Uh oh - Senator Al Franken is a sexual abuser

Thank you, Jesus!

Thank you, Jesus!

Al Franken grabbed my breasts and thrust his tongue down my throat.

He's been pretty much doing the same thing to the country since he (fraudulently) won his senate seat, but in view of our current drama, this is fun.

Coming on top of yesterday's revelation that Congress has paid over $15 million of our tax dollars to settle various sexual abuse claims by its members, I think it's time for the appointment of a special prosecutor.

"I grew up in the 60s, so I just don't know better"

"I grew up in the 60s, so I just don't know better"

Given the indistinguishable circus clowns we regularly send to Washington, maybe we should do this on a national scale

We're in the best of hands

We're in the best of hands

Bolton, CT town selectman election settled by a coin toss.

Eremita and Democrat Kim Miller received the same number of votes, 718, in last week’s election, creating a tie for the final seat on the board.
A recount Monday upheld the tie, and the candidates agreed to let the decision be decided by a coin toss rather than a special election, as allowed by the town charter.
Eremita, Miller, and Town Clerk Elizabeth C. Waters all tossed coins Tuesday in Town Hall. Eremita won because his coin matched Waters’, with both showing tails. Miller’s came up heads.
“It’s an old New England small town at its best,” Eremita said of the flip. “It’s the most fun I’ve had so far as a selectman.”

Tiny Bolton saved an estimated $2,500-$3,000 expense by avoiding  a special election. As a country, we'd save billions. Of course, careful preparation would be necessary:

"From the beginning of the world until the end of time" — Greenwich wants to tweak that

Aaron Hernandez lends his brainpower to our BOE

Aaron Hernandez lends his brainpower to our BOE

I used to love drafting that ancient phrase into settlement documents because it summoned the majesty of English Common Law and incorporated utter finality into otherwise-banal civil disagreements. Apparently, our new town leaders aren't as appreciative of its meaning.

The town is trying to replace the lights at the existing GHS football stadium, install new ones at fields on its northern border and is considering expanding/rebuilding the football areas itself, all of which is prohibited by a court settlement it reached with neighbors in 2003. So, being Greenwich, we want to sue, but sue whom, our former Selectmen, the P&Z board of 2003, the then-existing school board and the RTM, all of which signed off on the original agreement?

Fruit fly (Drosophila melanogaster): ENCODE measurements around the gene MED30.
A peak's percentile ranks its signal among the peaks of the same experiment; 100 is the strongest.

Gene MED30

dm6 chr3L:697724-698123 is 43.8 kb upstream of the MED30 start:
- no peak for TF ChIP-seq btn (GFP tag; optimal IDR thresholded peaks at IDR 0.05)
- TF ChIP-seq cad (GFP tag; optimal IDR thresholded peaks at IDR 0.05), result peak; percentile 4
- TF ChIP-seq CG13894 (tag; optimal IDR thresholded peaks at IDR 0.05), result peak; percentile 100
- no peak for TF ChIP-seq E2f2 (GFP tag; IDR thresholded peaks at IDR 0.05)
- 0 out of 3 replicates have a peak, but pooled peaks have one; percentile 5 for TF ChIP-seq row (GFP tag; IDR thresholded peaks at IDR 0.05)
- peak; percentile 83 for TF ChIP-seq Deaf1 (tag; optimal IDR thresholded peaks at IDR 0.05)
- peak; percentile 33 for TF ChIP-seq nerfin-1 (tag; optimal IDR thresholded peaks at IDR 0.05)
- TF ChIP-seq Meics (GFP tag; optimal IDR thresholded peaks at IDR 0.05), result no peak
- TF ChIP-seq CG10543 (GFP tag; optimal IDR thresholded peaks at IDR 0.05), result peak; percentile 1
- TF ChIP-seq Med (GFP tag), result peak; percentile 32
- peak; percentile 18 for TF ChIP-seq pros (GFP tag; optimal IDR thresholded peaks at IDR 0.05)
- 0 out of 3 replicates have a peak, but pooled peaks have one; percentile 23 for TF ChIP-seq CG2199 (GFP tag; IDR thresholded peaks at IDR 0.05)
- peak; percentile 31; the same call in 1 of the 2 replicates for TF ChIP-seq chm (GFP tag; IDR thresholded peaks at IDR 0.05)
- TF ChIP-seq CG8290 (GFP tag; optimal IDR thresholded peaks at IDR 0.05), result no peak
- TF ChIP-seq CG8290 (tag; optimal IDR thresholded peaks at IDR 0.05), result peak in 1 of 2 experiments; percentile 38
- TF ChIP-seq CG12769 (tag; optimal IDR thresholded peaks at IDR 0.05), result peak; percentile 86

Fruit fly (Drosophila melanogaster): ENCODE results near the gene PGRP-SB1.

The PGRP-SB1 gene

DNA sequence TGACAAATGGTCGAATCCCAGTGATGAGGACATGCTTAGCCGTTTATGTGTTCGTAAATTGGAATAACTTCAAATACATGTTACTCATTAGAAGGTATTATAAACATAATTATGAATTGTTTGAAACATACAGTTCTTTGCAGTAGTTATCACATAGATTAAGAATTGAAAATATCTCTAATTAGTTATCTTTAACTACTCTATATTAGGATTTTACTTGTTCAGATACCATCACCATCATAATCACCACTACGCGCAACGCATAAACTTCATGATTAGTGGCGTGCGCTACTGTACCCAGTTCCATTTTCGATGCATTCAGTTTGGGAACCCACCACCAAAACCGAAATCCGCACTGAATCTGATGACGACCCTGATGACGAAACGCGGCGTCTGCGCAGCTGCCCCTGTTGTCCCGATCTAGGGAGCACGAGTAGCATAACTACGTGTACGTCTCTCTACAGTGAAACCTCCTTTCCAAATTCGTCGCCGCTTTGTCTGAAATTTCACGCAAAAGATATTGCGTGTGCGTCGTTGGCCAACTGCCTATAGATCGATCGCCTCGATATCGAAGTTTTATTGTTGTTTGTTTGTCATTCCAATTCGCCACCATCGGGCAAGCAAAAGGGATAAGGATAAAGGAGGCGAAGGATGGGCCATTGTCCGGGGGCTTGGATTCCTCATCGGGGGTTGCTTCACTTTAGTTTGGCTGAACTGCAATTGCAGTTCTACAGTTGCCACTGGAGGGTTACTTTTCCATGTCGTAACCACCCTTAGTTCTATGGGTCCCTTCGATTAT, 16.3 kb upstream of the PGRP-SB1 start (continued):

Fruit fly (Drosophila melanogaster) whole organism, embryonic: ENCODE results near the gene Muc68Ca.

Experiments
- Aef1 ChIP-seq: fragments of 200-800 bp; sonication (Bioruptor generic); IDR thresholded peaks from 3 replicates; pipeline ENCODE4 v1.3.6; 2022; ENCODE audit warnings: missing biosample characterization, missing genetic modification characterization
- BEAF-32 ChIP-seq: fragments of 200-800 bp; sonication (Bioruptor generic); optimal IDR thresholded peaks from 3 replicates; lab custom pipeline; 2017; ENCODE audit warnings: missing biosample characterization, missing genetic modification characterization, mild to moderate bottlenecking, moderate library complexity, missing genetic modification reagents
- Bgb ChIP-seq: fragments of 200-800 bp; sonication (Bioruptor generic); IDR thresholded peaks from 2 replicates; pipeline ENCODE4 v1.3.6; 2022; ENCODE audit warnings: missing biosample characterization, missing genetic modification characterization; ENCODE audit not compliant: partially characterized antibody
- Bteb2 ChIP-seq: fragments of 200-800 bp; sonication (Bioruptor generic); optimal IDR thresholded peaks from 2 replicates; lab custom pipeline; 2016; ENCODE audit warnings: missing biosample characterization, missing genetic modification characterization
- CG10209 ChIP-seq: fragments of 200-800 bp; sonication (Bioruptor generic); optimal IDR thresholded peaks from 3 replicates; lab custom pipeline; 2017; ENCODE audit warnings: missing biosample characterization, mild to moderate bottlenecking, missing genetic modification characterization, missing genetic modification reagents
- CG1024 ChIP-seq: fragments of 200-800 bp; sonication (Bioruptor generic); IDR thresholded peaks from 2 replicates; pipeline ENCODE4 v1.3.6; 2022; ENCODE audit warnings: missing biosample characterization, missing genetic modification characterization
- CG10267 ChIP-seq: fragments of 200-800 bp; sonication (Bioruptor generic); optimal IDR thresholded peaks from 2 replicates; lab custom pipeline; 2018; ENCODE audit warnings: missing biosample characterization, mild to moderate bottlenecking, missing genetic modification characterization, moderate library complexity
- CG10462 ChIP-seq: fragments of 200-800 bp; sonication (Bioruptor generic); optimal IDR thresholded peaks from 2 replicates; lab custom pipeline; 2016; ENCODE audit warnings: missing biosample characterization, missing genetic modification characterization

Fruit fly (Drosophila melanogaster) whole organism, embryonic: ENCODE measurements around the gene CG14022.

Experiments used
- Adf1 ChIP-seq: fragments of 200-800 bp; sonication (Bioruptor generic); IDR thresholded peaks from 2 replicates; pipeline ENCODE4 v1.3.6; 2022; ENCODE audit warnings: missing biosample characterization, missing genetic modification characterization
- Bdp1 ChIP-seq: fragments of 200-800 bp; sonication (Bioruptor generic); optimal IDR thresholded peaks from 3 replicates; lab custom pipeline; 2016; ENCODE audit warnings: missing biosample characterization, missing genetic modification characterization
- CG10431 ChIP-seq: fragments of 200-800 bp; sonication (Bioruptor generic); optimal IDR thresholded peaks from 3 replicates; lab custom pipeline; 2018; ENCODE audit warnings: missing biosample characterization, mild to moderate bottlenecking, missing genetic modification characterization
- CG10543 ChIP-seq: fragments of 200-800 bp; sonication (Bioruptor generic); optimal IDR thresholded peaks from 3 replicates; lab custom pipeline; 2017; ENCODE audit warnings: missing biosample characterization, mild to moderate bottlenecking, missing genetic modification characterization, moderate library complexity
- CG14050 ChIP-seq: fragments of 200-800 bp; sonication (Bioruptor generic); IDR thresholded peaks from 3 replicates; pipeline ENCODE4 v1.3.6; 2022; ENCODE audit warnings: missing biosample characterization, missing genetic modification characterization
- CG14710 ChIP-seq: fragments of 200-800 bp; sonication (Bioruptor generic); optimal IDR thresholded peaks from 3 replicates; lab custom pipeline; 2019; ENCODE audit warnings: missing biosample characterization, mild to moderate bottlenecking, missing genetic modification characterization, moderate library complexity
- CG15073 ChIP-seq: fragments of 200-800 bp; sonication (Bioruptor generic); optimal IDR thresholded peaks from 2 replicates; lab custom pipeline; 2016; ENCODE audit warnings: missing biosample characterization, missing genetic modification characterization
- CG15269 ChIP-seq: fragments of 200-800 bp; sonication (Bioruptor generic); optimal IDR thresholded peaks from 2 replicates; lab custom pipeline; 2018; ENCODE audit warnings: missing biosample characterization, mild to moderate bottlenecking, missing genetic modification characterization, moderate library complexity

I'll search for the link to that settlement (I've posted it here before, and I'll dig it up again), but Old Church Road resident Bill Effros and his high school neighbors are absolutely correct when they state that the town is forbidden, by its own agreement, to expand the use of the football field, install more lighting, add parking, bathrooms to the stadium, etc. etc. All of these terms were originally part of an agreement Greenwich made with neighbors when it took the Hillside Road property via eminent domain, and they were incorporated, word-for-word, in the later, 1983 suit brought by Effros and his neighbors. And as I have also written here before, the presiding judge in that suit insisted that every single government body in Greenwich with any jurisdiction over the matter sign off on the settlement before he would accept it.

Which was done, with full deliberation and consent. That the parents of a new generation of high school football players now consider the terms of the agreement improvident is irrelevant; the terms were written to be unmodifiable, forever, and I see no evidence of mistake of fact, or fraud or duress employed by either party in reaching that settlement. I'm not attacking high school football (though I'd never let one of my own children batter his brains to mush even more thoroughly than 8 hours in a public school classroom can accomplish on its own), but the terms of use of the high school were clearly established when it was being built back in the late 60s and reinforced and incorporated in perpetuity by the 2003 court settlement. Mr. Effros can be a polarizing gadfly (which naturally appeals to my own soul), but the law is clearly on his side. 

So why are we now preparing to spend multi-thousands of dollars litigating to overturn what we ourselves agreed to?